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Ink - Five Printmakers

Ink - Five Printmakers

When:

  • Thu 3 Aug, 5:00pm – 7:00pm
  • Fri 4 Aug, 10:00am – 3:00pm
  • Sat 5 Aug, 10:00am – 3:00pm
  • Tue 8 Aug, 10:00am – 3:00pm
  • Wed 9 Aug, 10:00am – 3:00pm
  • Thu 10 Aug, 10:00am – 3:00pm
  • Fri 11 Aug, 10:00am – 3:00pm
  • Sat 12 Aug, 10:00am – 3:00pm
  • Tue 22 Aug, 10:00am – 3:00pm
  • Wed 23 Aug, 10:00am – 3:00pm
  • Thu 24 Aug, 10:00am – 3:00pm
  • Fri 25 Aug, 10:00am – 3:00pm
  • Sat 26 Aug, 10:00am – 3:00pm
  • Tue 29 Aug, 10:00am – 3:00pm
  • View all sessions

Where:

Railway Street Studios, 8 Railway St, Newmarket Show map

Restrictions:

All Ages

Ticket Information:

  • Free Admission

Ink matters in an exhibition that promises intrigue, intensity, fluidity, and a sensory experience of surface and space.

Leading printmaker artist, educator and master of imagination, Prue MacDougall has invited four artists to join her for Ink, an artist-initiated exhibition that will occupy Railway Street Studios, Newmarket in August 2017.

Hunting like a magpie, as she does for imagery and objects to weave into her capricious artworks, MacDougall was attracted to practitioners whose work intrigued her, sparked inquiry and made her think. She was also impressed by her peers’ consummate professional approach to developing their ideas and how best to express these in ink.

Ink features works by Deborah Crowe, Duncan Pepe Long, Prue MacDougall, Carole Shepheard and Chrystine Wylie. Five artists, connected by their predilection for working in ink; its life through dispersal on substrates alongside its malleable qualities that so eloquently evoke our senses, meaning and thought.

Within this group of highly experienced artists, whose works are held in national and international collections, ideas, imagery, methods and approaches from synergies and tensions, creating a rich dialogue between the images and beyond.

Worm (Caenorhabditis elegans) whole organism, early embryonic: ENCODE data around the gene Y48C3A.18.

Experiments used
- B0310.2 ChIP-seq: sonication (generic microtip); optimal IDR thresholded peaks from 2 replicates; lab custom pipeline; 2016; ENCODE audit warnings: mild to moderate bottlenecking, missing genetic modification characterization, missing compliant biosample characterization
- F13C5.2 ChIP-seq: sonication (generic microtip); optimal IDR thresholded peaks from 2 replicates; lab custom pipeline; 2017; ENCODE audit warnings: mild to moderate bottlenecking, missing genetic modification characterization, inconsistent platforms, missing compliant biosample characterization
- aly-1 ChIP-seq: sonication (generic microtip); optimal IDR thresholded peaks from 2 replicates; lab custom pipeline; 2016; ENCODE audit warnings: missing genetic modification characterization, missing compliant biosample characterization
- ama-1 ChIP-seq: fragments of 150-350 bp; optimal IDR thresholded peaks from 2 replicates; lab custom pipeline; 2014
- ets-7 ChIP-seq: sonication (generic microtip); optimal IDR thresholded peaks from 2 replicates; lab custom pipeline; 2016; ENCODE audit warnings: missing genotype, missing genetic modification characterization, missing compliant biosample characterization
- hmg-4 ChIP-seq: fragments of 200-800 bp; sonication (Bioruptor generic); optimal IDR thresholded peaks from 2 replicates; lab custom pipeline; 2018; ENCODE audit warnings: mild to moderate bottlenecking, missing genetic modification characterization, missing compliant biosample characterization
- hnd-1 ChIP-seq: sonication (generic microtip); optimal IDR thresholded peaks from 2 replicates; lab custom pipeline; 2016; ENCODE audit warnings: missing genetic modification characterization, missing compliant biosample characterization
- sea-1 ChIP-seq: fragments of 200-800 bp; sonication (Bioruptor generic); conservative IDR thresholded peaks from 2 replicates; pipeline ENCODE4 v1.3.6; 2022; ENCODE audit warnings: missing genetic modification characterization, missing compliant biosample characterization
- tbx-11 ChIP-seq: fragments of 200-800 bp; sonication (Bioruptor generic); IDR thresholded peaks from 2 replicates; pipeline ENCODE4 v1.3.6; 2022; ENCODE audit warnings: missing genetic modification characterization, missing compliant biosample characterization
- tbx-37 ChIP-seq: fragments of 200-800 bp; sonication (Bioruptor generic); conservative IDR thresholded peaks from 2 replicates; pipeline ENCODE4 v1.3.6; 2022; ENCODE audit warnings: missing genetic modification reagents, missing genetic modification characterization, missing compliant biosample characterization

Human relationships with the physical world are explored in the works of Carole Shepheard and Deborah Crowe. Shepheard notes shifts from an urban environment to a rural setting, from research-based practice to a more intuitive studio environment as influential in exploring balance in her Uncanny Nature.

Crowe alludes to her hopes and fears for the future in complex mash-ups of urban, landscape and waste environments, digitally collaged to propose hypothetical future environments where space and place tangle with residue from human occupation.

Wylie’s reductive and highly formal imagery is considered and refined. It belies its complicated fabrication and presents prints resembling drawings; self-constructed geometric compositions suggestive of presence and absence, space and non-space. Allegory, imagination and a sense of poetry are at play with figurative references in the work of Prue MacDougall and Duncan Pepe Long. Both holding drama and intrigue in very different ways.

Ink brings together, twists, distorts and plays with the viewer’s perception of what is in front of her/him. It could be argued that each of the artists uses or mimics drawing as an integral part of their exploration of ideas, pulling together, gesturing, erasing, reducing and making spaces for interpretation in the narrative, the picture plane or the gallery.

While Fiona Cable, Director or Railway St. Studios, has worked with MacDougall before, she hasn’t shown the others’ work. Excited about what this exhibition offers, Cable describes the exhibition,

“It never ceases to impress me, the tenacity of artists such as these exhibiting in Ink. Digging deep to mine the gems that become works of art through sweat, skill and exploration, to produce pieces that please and other times assault the senses. Here are five artists with a depth of experience coming together to share with you what is possible working in ink.”

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